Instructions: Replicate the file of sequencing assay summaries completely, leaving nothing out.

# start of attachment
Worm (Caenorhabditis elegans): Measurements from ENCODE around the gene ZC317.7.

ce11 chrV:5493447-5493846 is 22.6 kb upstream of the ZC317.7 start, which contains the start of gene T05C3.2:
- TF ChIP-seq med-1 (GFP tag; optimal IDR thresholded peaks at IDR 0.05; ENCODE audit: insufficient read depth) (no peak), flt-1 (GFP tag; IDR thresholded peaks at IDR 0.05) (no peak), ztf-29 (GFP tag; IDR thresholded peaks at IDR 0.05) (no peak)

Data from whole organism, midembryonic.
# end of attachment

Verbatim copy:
Worm (Caenorhabditis elegans): Measurements from ENCODE around the gene ZC317.7.

ce11 chrV:5493447-5493846 is 22.6 kb upstream of the ZC317.7 start, which contains the start of gene T05C3.2:
- TF ChIP-seq med-1 (GFP tag; optimal IDR thresholded peaks at IDR 0.05; ENCODE audit: insufficient read depth) (no peak), flt-1 (GFP tag; IDR thresholded peaks at IDR 0.05) (no peak), ztf-29 (GFP tag; IDR thresholded peaks at IDR 0.05) (no peak)

Data from whole organism, midembryonic.